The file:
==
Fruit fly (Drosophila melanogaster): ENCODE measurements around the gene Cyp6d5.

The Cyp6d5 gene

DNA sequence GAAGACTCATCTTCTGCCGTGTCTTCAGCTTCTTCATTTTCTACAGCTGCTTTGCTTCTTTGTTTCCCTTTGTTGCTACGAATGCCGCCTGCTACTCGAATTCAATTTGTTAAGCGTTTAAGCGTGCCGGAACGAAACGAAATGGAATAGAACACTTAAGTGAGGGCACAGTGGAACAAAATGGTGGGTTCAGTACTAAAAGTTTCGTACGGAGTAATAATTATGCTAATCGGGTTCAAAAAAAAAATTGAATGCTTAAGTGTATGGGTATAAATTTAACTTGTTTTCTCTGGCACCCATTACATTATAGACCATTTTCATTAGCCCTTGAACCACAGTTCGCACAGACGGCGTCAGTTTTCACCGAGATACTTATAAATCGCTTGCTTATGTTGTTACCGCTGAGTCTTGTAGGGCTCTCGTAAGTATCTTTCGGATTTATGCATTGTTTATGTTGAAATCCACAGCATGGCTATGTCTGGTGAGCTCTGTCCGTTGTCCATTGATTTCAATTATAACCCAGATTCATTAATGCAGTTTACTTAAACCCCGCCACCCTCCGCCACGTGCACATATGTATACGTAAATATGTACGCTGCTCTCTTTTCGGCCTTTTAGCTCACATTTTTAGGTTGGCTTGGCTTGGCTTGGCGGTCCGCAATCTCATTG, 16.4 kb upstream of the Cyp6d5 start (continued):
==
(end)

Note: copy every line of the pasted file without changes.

Fruit fly (Drosophila melanogaster): ENCODE measurements around the gene Cyp6d5.

The Cyp6d5 gene

DNA sequence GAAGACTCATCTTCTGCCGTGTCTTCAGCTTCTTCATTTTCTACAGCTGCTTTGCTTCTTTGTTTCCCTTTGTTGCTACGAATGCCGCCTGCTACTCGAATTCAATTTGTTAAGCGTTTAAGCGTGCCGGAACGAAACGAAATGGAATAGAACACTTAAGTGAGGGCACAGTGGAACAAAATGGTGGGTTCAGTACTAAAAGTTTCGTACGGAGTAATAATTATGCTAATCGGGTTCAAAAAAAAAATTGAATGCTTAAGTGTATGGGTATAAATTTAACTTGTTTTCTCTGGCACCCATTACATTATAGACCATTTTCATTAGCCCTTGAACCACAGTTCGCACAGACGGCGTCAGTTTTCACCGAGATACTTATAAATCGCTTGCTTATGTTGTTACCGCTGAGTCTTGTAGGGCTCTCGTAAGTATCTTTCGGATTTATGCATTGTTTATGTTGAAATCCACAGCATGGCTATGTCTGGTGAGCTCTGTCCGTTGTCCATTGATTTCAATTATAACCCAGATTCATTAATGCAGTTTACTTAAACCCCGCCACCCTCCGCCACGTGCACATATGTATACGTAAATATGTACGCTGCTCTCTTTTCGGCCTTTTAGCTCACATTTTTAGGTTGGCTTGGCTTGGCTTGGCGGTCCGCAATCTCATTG, 16.4 kb upstream of the Cyp6d5 start (continued):